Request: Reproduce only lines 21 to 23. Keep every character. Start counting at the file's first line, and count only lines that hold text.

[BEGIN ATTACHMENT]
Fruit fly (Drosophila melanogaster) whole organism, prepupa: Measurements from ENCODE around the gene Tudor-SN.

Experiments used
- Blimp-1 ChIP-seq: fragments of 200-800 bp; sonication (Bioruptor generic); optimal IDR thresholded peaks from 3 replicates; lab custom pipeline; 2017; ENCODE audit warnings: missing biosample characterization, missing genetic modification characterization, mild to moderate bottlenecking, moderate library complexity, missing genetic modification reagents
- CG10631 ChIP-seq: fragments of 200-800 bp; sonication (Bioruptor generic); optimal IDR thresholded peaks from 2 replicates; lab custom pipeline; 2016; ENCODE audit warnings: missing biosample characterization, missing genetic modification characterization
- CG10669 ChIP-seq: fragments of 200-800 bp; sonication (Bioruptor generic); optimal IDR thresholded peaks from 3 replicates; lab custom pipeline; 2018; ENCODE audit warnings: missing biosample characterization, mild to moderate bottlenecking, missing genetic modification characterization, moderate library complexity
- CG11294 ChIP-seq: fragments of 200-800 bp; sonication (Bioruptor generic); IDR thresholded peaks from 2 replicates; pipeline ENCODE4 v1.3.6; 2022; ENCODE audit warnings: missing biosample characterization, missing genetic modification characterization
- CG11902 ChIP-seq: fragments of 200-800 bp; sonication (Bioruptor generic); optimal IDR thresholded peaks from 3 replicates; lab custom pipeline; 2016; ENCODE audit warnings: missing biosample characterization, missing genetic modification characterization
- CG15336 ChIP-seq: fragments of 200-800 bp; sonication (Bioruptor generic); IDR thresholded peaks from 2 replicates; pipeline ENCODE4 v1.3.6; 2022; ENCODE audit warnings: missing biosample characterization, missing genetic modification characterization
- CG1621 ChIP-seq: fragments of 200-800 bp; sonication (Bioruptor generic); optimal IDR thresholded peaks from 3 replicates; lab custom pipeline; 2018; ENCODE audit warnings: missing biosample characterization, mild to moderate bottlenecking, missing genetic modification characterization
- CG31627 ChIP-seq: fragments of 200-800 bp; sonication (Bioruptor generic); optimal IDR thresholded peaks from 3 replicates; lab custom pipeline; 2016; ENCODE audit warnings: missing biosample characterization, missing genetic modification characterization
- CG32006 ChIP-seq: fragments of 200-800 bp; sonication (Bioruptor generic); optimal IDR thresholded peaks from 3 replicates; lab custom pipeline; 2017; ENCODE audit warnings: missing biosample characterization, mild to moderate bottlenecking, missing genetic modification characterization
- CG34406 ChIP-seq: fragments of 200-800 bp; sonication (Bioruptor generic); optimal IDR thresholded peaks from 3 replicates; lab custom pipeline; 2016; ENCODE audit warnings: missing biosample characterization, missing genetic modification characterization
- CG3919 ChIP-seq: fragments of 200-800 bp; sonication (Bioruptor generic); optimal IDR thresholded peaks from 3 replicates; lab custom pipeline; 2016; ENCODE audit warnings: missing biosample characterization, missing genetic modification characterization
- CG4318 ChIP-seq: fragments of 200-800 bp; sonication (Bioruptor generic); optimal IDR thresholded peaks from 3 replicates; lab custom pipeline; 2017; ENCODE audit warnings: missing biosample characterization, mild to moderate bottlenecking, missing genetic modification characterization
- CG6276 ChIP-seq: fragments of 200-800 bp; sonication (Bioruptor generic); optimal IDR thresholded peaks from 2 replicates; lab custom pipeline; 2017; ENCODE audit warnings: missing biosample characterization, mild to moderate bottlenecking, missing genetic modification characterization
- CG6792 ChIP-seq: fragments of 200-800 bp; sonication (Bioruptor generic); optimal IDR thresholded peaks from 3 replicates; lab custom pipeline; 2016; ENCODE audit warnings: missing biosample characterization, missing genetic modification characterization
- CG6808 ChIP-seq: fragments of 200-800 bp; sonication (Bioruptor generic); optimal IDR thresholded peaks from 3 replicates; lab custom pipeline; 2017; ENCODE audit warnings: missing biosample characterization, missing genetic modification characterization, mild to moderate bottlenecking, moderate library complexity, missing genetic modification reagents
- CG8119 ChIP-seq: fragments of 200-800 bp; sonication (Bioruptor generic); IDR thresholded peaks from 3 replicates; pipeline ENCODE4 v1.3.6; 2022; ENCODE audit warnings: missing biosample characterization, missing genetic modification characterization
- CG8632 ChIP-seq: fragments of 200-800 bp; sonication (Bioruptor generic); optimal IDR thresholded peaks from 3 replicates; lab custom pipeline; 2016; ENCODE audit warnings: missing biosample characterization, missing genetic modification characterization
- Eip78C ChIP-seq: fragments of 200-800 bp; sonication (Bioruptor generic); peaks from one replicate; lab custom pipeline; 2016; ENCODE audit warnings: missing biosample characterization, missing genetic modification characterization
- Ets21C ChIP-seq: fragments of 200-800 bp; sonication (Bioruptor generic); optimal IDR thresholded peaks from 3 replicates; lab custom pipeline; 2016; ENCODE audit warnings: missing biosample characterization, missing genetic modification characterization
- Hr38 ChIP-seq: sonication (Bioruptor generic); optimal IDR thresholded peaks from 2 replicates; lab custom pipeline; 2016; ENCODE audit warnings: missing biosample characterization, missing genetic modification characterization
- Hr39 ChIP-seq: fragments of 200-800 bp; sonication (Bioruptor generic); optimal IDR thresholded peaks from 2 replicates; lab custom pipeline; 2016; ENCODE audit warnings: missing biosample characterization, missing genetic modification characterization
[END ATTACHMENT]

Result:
- Ets21C ChIP-seq: fragments of 200-800 bp; sonication (Bioruptor generic); optimal IDR thresholded peaks from 3 replicates; lab custom pipeline; 2016; ENCODE audit warnings: missing biosample characterization, missing genetic modification characterization
- Hr38 ChIP-seq: sonication (Bioruptor generic); optimal IDR thresholded peaks from 2 replicates; lab custom pipeline; 2016; ENCODE audit warnings: missing biosample characterization, missing genetic modification characterization
- Hr39 ChIP-seq: fragments of 200-800 bp; sonication (Bioruptor generic); optimal IDR thresholded peaks from 2 replicates; lab custom pipeline; 2016; ENCODE audit warnings: missing biosample characterization, missing genetic modification characterization